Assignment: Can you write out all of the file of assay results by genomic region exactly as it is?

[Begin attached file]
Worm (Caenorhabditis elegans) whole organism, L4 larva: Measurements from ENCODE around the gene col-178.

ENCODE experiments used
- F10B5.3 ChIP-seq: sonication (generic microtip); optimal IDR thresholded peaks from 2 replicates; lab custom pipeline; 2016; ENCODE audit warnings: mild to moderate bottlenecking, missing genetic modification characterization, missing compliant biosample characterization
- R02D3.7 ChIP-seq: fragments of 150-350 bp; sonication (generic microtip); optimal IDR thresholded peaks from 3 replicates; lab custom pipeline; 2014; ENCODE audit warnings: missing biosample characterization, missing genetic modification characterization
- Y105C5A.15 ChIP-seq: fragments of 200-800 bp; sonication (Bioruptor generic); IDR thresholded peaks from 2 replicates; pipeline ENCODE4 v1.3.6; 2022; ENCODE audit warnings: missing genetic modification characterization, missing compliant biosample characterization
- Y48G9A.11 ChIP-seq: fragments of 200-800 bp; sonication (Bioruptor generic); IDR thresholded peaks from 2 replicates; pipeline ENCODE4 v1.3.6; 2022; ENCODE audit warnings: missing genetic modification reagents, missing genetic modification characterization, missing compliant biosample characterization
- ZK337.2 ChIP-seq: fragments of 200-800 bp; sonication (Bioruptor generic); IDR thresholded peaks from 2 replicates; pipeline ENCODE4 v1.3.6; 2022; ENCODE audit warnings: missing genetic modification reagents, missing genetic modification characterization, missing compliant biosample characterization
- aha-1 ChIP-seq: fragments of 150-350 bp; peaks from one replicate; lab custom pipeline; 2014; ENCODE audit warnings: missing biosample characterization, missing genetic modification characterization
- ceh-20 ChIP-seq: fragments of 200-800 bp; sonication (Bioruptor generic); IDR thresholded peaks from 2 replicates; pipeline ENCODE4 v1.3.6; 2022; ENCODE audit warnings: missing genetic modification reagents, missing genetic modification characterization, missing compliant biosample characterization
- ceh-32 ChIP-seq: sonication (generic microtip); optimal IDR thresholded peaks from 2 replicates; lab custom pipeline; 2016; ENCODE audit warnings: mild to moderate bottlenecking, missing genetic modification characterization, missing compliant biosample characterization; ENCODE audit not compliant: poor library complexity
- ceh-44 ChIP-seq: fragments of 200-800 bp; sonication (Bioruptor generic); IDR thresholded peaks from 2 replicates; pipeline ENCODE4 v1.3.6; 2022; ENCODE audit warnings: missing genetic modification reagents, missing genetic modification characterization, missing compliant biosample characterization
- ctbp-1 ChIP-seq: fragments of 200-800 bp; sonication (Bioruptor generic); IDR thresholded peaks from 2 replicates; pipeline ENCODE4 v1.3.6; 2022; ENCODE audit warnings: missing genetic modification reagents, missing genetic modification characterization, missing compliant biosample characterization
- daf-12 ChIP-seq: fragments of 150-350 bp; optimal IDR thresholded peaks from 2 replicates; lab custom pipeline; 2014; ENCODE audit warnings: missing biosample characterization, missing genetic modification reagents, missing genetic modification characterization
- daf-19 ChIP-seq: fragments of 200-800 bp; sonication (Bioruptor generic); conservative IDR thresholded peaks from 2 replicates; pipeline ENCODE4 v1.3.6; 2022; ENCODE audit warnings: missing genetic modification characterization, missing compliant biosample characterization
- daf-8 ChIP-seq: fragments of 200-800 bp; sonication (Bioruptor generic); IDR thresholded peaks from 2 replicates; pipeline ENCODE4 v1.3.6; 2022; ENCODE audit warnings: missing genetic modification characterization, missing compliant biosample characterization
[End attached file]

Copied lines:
Worm (Caenorhabditis elegans) whole organism, L4 larva: Measurements from ENCODE around the gene col-178.

ENCODE experiments used
- F10B5.3 ChIP-seq: sonication (generic microtip); optimal IDR thresholded peaks from 2 replicates; lab custom pipeline; 2016; ENCODE audit warnings: mild to moderate bottlenecking, missing genetic modification characterization, missing compliant biosample characterization
- R02D3.7 ChIP-seq: fragments of 150-350 bp; sonication (generic microtip); optimal IDR thresholded peaks from 3 replicates; lab custom pipeline; 2014; ENCODE audit warnings: missing biosample characterization, missing genetic modification characterization
- Y105C5A.15 ChIP-seq: fragments of 200-800 bp; sonication (Bioruptor generic); IDR thresholded peaks from 2 replicates; pipeline ENCODE4 v1.3.6; 2022; ENCODE audit warnings: missing genetic modification characterization, missing compliant biosample characterization
- Y48G9A.11 ChIP-seq: fragments of 200-800 bp; sonication (Bioruptor generic); IDR thresholded peaks from 2 replicates; pipeline ENCODE4 v1.3.6; 2022; ENCODE audit warnings: missing genetic modification reagents, missing genetic modification characterization, missing compliant biosample characterization
- ZK337.2 ChIP-seq: fragments of 200-800 bp; sonication (Bioruptor generic); IDR thresholded peaks from 2 replicates; pipeline ENCODE4 v1.3.6; 2022; ENCODE audit warnings: missing genetic modification reagents, missing genetic modification characterization, missing compliant biosample characterization
- aha-1 ChIP-seq: fragments of 150-350 bp; peaks from one replicate; lab custom pipeline; 2014; ENCODE audit warnings: missing biosample characterization, missing genetic modification characterization
- ceh-20 ChIP-seq: fragments of 200-800 bp; sonication (Bioruptor generic); IDR thresholded peaks from 2 replicates; pipeline ENCODE4 v1.3.6; 2022; ENCODE audit warnings: missing genetic modification reagents, missing genetic modification characterization, missing compliant biosample characterization
- ceh-32 ChIP-seq: sonication (generic microtip); optimal IDR thresholded peaks from 2 replicates; lab custom pipeline; 2016; ENCODE audit warnings: mild to moderate bottlenecking, missing genetic modification characterization, missing compliant biosample characterization; ENCODE audit not compliant: poor library complexity
- ceh-44 ChIP-seq: fragments of 200-800 bp; sonication (Bioruptor generic); IDR thresholded peaks from 2 replicates; pipeline ENCODE4 v1.3.6; 2022; ENCODE audit warnings: missing genetic modification reagents, missing genetic modification characterization, missing compliant biosample characterization
- ctbp-1 ChIP-seq: fragments of 200-800 bp; sonication (Bioruptor generic); IDR thresholded peaks from 2 replicates; pipeline ENCODE4 v1.3.6; 2022; ENCODE audit warnings: missing genetic modification reagents, missing genetic modification characterization, missing compliant biosample characterization
- daf-12 ChIP-seq: fragments of 150-350 bp; optimal IDR thresholded peaks from 2 replicates; lab custom pipeline; 2014; ENCODE audit warnings: missing biosample characterization, missing genetic modification reagents, missing genetic modification characterization
- daf-19 ChIP-seq: fragments of 200-800 bp; sonication (Bioruptor generic); conservative IDR thresholded peaks from 2 replicates; pipeline ENCODE4 v1.3.6; 2022; ENCODE audit warnings: missing genetic modification characterization, missing compliant biosample characterization
- daf-8 ChIP-seq: fragments of 200-800 bp; sonication (Bioruptor generic); IDR thresholded peaks from 2 replicates; pipeline ENCODE4 v1.3.6; 2022; ENCODE audit warnings: missing genetic modification characterization, missing compliant biosample characterization